“In 1997, I worked as a researcher in the U.K. looking at social disadvantage and environmental action, and when I got back, I wanted to do something that would make a difference.  I met Al (Alaisdair) Craig through City Council – who also knew Mel (Melanie Allcutt, co-founder of the Hamilton Permaculture Trust).  He saw idealistic, young 20-somethings and put us together to get us out of his hair.

What a mistake!  Mel and I got on great, and we decided we wanted to learn how to grow our own food with other people.

We saw community gardens, organic gardening, learning to grow your own food with other people – a communal thing which could inspire others.  Mel had done a Permaculture course.  We saw this as a way forward.  This was something that was really grounded.  It wasn’t out in the forest, it was something that could be brought back home.  It was something everyone could do – it was really practical.

We didn’t think about whether Hamilton needed it, we just wanted it.  We got funding from Council ($5k). We were young, idealistic and naïve.  We organized a couple of community meetings to see what interest there was, and that’s where we found Cheryl (current coordinator of Permaculture Trust) and Katherine, Anna, Chris and Robin (current Trustees)  It was 1998 when we first started talking, and that year we founded the Hamilton Permaculture Trust.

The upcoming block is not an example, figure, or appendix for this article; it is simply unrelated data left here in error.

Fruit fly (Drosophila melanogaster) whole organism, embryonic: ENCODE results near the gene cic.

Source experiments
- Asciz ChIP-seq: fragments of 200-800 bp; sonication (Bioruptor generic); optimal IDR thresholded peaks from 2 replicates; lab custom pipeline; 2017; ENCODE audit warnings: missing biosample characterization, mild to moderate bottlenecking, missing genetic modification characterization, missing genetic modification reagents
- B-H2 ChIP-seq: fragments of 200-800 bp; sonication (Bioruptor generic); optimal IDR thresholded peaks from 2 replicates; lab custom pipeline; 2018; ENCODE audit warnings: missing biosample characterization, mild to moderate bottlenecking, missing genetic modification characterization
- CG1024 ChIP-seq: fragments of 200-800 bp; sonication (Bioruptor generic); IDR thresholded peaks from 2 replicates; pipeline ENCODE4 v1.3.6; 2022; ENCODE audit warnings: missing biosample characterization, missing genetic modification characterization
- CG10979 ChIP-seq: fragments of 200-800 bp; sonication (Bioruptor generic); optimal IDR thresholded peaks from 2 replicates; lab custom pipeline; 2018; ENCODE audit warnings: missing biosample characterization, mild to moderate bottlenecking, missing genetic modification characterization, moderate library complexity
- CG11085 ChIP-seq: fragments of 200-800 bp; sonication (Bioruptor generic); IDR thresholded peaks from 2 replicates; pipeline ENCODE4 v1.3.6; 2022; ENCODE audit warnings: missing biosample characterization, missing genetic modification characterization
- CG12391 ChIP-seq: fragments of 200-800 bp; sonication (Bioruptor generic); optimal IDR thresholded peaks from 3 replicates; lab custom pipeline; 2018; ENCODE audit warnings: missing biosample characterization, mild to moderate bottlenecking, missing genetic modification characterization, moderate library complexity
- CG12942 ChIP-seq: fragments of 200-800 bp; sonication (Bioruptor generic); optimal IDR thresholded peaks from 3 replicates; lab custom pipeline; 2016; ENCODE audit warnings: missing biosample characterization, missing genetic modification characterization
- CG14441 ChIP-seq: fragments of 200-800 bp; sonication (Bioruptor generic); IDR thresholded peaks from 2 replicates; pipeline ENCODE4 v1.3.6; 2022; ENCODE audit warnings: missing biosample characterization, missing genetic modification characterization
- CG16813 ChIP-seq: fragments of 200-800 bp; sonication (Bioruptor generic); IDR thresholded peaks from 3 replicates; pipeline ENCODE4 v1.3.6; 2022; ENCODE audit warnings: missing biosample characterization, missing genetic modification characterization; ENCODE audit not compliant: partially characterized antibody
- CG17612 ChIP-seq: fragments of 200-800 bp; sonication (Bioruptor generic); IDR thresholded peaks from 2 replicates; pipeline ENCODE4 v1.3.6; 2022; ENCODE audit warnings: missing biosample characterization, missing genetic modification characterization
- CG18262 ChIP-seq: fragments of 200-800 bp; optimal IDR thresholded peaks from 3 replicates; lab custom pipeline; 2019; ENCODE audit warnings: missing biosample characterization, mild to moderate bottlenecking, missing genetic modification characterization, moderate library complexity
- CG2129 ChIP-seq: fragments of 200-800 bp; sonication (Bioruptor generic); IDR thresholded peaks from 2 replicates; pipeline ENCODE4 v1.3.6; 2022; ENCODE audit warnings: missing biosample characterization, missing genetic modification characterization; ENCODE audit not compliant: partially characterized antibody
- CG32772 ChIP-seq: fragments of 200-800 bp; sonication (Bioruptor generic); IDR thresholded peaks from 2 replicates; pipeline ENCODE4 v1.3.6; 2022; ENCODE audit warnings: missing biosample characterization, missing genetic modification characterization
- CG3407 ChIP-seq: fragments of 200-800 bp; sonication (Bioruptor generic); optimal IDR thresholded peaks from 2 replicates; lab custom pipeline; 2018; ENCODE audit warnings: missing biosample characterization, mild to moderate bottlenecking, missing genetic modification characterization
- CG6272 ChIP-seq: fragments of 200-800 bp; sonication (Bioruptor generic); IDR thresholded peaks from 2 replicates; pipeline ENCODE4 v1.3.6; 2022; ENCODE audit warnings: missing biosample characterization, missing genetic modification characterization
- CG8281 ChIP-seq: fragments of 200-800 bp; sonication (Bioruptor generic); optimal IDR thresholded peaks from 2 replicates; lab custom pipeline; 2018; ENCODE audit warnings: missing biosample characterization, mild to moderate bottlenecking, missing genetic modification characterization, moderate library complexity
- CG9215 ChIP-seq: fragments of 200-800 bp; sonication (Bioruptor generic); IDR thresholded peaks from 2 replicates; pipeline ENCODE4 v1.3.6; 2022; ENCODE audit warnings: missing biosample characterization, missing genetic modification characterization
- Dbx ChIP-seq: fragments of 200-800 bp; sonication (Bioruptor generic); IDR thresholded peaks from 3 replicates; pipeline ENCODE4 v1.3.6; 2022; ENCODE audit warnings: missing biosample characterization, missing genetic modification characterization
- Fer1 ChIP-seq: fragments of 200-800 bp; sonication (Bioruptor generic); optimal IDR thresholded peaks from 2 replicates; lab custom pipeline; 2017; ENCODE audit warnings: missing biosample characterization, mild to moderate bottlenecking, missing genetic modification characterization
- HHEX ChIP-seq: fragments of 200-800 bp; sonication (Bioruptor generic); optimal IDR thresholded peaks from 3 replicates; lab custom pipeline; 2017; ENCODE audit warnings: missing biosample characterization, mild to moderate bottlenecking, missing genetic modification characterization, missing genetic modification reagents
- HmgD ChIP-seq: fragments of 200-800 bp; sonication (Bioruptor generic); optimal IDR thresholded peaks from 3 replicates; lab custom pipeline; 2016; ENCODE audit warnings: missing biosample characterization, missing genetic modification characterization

We looked around town for a site.  We met with Bill Featherstone (Head of parks & Gardens).  We basically asked, “Could you give us a bit of land please?”  He replied, “ I’ve done it before and every time it fails. What makes you different?”  I was gobsmacked, and said, “Because we are!”  Somehow he gave it to us.  (See Bill Featherstone’s perspective in my next blog post!)

We had some city council funding, and had contacted community agencies.  Everyone we talked to seemed to be really supportive of the idea.  We had examples from over seas [of successful community gardens].  We put together a portfolio to sell the idea to the community.  We were gauging interest of funders and agencies that could support us.

In 1999, a site at Hamilton Gardens that was covered in rubbish was allocated to us for two years.  We had a core of three volunteers, Mel and Cheryl and myself, and half a dozen people who would occasionally work in the garden, but it was hard to get ongoing help on a regular basis.  There wasn’t a clear idea of management at the time, we were spending a lot of time trying to get funding, etc.  We cleared the site and landscaped it and learned to grow vegetables.